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Why Calendula is a wonder herb!

by Jo Saxton January 07, 2021

Orange calendula or marigold flowers growing in the field

Calendula is a cheerful garden plant with brilliant orange to yellow flowers that can bloom all year round. It is a valuable plant in the garden as it has many uses – edible, medicinal, and ornamental.

A table of key facts about Calendula or marigold

Uses

Calendula petals have a long history of culinary use, where they are often used as a substitute for saffron, more of a dye than as a flavour per se. The Egyptians valued it as a rejuvenating herb, the Greeks garnished and flavoured food with it, and in the Middle Ages, it was used to colour cheeses and butters.

– You can bring some sunshine to your breakfast table by sprinkling dried marigold petals on your oats or muesli!
– Or why not sprinkle the petals on salads, cakes, and desserts for colour and a slightly peppery taste.
– Also, add dried petals to your tea for some anti-inflammatory and antibacterial properties, and to heal your gut and digestive tract.

Marigold flowers infusing in oil in glass jars
Photo courtesy of Lyonsleaf

Calendula is entwined in a lot of cultural rituals and ceremonies worldwide.

– It was used in ancient Aztec and Mayan civilisation and now is included in processions of the Day of the Dead in Mexico.
– In Hindu culture, wreaths are used to adorn statues of gods and goddesses, and it is often incorporated into food, fabrics and cosmetics.
– Garlands of flowers were often used in rituals and religious ceremonies in Ancient Greece and Rome.
– In Christian services it is often referred to as ‘Mary’s gold’.
– During Mediaeval times it was considered an emblem of love and used as the main ingredient in a complex spell that promised young maidens knowledge of whom they would marry.
 

The yellow-orange of their petals naturally colours food and fibres, such as wool and silk and so it is a very versatile flower. However, the most exciting use for Calendula is in skincare.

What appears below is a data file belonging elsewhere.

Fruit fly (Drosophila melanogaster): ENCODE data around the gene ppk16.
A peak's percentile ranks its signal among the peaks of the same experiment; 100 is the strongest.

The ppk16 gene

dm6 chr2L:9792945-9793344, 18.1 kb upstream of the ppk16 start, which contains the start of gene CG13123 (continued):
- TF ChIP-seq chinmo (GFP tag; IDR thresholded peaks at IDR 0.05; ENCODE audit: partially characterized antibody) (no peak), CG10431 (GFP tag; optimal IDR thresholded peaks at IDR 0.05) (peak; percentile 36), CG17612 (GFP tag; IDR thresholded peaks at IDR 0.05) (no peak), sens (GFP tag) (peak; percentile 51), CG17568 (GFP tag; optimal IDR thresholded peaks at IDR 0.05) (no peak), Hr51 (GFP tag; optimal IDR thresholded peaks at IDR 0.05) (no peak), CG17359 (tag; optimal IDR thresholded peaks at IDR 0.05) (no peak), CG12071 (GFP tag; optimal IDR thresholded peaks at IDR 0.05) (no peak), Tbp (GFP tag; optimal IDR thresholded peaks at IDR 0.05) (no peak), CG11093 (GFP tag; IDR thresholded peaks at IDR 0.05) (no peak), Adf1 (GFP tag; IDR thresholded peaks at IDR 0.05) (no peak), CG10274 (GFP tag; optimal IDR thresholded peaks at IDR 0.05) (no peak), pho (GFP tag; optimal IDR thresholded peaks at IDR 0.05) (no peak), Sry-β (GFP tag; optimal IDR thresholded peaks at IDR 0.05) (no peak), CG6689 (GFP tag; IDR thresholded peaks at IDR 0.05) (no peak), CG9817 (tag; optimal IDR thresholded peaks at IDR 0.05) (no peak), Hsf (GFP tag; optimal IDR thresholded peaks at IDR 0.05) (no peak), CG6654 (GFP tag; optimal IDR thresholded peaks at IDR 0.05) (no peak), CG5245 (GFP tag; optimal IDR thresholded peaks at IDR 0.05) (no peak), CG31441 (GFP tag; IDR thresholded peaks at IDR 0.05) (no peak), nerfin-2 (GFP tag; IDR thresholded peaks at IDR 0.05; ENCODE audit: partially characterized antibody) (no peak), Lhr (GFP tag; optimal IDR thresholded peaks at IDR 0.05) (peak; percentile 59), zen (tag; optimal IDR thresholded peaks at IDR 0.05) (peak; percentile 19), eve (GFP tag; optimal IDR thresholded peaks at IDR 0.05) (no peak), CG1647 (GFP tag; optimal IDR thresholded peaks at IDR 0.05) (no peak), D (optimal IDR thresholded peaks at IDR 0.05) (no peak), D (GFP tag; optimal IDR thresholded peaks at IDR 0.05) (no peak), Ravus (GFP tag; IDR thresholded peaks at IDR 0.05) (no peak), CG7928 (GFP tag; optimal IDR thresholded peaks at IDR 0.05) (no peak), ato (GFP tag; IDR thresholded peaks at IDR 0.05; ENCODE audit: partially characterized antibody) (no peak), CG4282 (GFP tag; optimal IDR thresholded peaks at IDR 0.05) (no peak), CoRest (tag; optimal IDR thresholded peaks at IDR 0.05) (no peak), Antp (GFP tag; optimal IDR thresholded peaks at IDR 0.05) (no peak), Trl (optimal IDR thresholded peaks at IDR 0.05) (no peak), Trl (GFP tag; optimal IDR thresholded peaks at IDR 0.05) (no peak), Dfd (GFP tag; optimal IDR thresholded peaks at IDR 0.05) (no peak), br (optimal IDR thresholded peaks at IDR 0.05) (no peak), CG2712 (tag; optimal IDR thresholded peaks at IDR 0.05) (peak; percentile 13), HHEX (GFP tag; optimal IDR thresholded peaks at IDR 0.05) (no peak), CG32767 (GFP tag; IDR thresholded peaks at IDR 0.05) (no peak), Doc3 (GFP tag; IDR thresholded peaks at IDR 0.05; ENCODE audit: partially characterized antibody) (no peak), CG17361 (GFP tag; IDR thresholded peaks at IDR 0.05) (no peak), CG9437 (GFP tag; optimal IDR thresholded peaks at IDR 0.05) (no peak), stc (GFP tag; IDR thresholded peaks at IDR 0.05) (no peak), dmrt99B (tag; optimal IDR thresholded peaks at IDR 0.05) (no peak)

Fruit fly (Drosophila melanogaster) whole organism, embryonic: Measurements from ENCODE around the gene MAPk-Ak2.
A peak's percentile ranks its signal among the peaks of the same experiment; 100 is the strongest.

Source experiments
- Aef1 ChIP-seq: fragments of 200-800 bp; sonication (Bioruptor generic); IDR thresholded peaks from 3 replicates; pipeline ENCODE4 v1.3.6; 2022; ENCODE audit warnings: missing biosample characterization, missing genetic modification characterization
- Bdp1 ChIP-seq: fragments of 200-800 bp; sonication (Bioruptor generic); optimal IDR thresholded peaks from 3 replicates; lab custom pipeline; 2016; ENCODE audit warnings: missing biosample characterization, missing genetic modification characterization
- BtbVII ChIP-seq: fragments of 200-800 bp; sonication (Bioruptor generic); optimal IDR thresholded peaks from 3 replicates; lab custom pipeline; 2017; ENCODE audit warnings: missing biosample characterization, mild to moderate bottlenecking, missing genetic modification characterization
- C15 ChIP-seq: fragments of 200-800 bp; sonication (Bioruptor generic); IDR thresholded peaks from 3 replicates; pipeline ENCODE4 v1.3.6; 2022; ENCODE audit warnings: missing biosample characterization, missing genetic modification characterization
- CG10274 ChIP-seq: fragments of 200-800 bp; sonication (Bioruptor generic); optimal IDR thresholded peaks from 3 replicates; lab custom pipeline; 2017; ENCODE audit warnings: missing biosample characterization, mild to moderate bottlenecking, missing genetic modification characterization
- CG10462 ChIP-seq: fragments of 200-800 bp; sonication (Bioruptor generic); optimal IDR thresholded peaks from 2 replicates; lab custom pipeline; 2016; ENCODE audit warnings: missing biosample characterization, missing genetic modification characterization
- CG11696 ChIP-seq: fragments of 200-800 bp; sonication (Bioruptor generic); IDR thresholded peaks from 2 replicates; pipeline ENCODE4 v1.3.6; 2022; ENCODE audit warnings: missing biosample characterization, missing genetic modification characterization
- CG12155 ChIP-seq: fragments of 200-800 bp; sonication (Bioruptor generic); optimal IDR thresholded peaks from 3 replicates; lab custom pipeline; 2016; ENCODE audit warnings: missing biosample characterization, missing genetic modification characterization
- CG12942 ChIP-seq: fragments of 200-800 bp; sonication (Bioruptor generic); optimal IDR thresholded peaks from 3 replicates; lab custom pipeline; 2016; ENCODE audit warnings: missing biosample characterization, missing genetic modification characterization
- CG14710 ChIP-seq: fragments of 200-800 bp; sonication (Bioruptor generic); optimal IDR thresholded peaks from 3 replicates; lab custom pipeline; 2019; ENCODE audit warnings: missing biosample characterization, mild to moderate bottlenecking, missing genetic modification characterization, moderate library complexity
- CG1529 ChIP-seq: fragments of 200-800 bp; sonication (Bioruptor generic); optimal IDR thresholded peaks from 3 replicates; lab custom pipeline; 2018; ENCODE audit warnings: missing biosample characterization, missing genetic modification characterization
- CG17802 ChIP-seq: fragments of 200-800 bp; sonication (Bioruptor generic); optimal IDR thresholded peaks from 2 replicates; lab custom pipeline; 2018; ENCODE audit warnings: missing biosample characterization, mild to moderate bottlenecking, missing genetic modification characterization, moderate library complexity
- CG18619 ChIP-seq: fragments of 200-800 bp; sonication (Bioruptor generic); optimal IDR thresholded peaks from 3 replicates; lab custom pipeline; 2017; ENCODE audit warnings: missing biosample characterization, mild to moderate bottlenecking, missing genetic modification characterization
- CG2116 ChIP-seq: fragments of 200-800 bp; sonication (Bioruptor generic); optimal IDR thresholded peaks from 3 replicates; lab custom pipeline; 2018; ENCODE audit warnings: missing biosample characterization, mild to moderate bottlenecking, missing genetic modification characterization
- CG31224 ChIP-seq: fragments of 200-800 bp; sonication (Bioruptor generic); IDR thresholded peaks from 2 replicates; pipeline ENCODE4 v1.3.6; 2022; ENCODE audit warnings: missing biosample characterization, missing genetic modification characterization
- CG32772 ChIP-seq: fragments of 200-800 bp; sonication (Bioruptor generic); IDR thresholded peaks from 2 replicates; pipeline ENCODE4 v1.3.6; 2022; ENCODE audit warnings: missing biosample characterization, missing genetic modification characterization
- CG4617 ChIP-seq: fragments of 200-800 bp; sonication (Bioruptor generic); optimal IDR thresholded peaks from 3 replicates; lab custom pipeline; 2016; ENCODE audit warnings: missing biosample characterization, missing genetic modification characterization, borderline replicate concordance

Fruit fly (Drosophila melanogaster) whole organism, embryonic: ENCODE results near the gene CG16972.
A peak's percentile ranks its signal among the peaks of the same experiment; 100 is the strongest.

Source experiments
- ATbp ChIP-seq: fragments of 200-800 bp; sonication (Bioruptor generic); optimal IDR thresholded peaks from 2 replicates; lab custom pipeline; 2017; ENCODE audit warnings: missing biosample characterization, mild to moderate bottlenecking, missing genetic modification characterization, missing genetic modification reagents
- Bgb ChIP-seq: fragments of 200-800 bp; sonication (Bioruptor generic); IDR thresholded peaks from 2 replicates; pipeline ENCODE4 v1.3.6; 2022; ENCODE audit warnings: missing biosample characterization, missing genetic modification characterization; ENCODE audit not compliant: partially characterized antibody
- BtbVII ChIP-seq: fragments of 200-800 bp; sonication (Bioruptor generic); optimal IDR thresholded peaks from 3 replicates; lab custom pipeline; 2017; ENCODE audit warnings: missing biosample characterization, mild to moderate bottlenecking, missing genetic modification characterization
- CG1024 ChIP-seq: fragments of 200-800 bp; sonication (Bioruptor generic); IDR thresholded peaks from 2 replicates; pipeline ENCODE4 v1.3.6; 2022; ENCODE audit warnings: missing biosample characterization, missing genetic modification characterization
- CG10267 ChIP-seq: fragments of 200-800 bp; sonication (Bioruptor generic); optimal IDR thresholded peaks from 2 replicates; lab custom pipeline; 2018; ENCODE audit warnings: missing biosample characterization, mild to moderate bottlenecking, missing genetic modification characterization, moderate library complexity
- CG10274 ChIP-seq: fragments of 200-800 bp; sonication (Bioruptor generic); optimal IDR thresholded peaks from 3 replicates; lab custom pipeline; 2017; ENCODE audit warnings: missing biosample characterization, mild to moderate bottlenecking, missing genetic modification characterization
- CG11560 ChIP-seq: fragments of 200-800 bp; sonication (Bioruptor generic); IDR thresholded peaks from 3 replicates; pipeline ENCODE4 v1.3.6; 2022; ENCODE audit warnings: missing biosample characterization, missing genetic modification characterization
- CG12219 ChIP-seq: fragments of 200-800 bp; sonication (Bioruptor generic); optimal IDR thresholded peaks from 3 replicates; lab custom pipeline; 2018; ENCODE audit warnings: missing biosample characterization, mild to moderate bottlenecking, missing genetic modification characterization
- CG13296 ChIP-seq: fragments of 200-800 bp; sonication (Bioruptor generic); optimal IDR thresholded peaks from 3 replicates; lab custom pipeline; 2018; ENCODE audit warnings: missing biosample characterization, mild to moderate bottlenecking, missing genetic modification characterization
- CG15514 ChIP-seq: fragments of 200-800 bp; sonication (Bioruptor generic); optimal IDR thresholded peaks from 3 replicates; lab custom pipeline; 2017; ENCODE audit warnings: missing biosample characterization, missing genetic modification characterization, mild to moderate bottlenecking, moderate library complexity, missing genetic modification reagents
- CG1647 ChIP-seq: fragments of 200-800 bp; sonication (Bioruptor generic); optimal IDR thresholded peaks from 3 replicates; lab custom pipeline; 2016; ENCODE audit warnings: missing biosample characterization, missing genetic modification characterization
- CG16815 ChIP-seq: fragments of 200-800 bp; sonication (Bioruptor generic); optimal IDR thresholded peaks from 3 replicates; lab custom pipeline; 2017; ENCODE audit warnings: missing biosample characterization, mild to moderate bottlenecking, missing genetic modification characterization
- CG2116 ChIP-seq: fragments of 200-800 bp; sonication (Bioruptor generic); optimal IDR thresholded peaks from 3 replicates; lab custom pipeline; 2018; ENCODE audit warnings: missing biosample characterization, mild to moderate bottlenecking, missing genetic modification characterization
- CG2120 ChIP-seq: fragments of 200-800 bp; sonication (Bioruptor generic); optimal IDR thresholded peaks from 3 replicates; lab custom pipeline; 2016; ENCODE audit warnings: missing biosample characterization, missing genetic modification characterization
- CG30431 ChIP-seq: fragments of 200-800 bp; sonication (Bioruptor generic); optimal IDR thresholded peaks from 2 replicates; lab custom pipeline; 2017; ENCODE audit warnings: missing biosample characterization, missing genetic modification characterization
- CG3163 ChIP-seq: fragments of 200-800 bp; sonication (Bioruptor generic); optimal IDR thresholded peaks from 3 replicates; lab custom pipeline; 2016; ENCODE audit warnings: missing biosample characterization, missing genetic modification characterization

Anti-inflammatory

Calendula has anti-inflammatory properties which prevent the body’s release of antihistamines, which can cause pain, inflammation, skin redness and allergies. Inflammation can lead to skin sensitivity, spots, acne, rosacea, psoriasis, eczema and so on. Calendula gently soothes the skin to help reduce inflammation, itchiness and dryness. It can also help to reduce large pores and clear up spots, pimples and acne without drying it out.

Moisturising

Calendula extract or oil contains linoleic acid, which is an essential fatty acid which nourishes your skin cells. It helps to plump the surface of your skin, giving you tighter, more supple skin and a healthy glow.

Orange marigold flowers growing on the Lyonsleaf farm
Photo courtesy of Lyonsleaf

Protective

Calendula contains flavinoids, a type of antioxidant, which help protect your skin from free radical damage. These are highly destructive, unstable molecules which create havoc on your skin (and body!). Antioxidants help to stabilise and neutralise these free radicals before they can do damage, which leads to premature aging, fine lines and wrinkles, and overall dullness to the skin.
 

Both the anti-inflammatory and antioxidant properties help to protect the collagen and elastin supply in your skin. If you’re concerned about premature aging then consider using Calendula!

Healing

Calendula is well-recognised for its ability to heal. During the American Civil War and World War I, Calendula petals were used to dress wounds in the battlefield. It increases blood flow and oxygen to the skin and tissues, which helps to improve skin function and its ability to repair. It has a wide range of applications:

– heals minor cuts, wounds, and scars
– soothes sunburn and other minor burns
– heals chapped skin, nappy rash, cold sores, and cracked nipples from nursing 
– relieves redness from stings, insect bites, chicken pox, and bruises
– an eyewash for conjunctivitis (a cold infusion), and for thrush or yeast infections (douche).
 

It really is a powerful little plant!

Safety summary about using marigold

I’d love to hear from you if you use Calendula for your own health or in your homemade skincare, so fro please tag @thegingermint on social media.

If you love herbs or just want to know a bit more bout them, come and join our Facebook group – 'UK Garden Herb Lovers'.

Jo

 

Our Calendula product links:

Herb Garden herbal tea
Moontime herbal tea
Dog Growbar
Calendula Cream
TLC Balm
Mama & Baby soap
Horse Chestnut Balm
Beauty Balm
Unfragranced Beauty Balm
Body Butter
Soothing Skin Salve for dogs
Zinc & Calendula Cream
Calendula & Marshmallow Balm
Arnica Balm

 

 

We'd love to connect so come and say 'hi'!

Jo Saxton
Jo Saxton

Author


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